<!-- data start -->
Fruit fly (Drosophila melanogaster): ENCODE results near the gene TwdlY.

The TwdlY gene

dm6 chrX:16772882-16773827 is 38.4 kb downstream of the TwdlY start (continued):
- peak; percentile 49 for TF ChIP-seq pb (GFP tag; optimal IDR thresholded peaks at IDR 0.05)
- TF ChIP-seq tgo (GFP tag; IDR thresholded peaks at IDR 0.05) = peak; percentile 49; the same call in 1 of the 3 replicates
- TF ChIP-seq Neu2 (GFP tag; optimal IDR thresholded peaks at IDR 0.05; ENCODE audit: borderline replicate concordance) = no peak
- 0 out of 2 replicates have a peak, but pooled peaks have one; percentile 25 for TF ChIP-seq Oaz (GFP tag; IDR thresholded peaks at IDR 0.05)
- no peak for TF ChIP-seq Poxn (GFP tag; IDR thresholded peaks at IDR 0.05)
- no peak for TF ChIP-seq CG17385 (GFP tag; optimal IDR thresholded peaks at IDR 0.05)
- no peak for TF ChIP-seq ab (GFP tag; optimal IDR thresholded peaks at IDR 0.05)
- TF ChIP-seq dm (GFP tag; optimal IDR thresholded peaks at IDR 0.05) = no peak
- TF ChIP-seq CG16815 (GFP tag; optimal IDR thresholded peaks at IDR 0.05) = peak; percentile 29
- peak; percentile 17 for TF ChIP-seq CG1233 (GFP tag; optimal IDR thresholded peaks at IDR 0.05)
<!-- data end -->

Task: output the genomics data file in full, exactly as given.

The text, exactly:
Fruit fly (Drosophila melanogaster): ENCODE results near the gene TwdlY.

The TwdlY gene

dm6 chrX:16772882-16773827 is 38.4 kb downstream of the TwdlY start (continued):
- peak; percentile 49 for TF ChIP-seq pb (GFP tag; optimal IDR thresholded peaks at IDR 0.05)
- TF ChIP-seq tgo (GFP tag; IDR thresholded peaks at IDR 0.05) = peak; percentile 49; the same call in 1 of the 3 replicates
- TF ChIP-seq Neu2 (GFP tag; optimal IDR thresholded peaks at IDR 0.05; ENCODE audit: borderline replicate concordance) = no peak
- 0 out of 2 replicates have a peak, but pooled peaks have one; percentile 25 for TF ChIP-seq Oaz (GFP tag; IDR thresholded peaks at IDR 0.05)
- no peak for TF ChIP-seq Poxn (GFP tag; IDR thresholded peaks at IDR 0.05)
- no peak for TF ChIP-seq CG17385 (GFP tag; optimal IDR thresholded peaks at IDR 0.05)
- no peak for TF ChIP-seq ab (GFP tag; optimal IDR thresholded peaks at IDR 0.05)
- TF ChIP-seq dm (GFP tag; optimal IDR thresholded peaks at IDR 0.05) = no peak
- TF ChIP-seq CG16815 (GFP tag; optimal IDR thresholded peaks at IDR 0.05) = peak; percentile 29
- peak; percentile 17 for TF ChIP-seq CG1233 (GFP tag; optimal IDR thresholded peaks at IDR 0.05)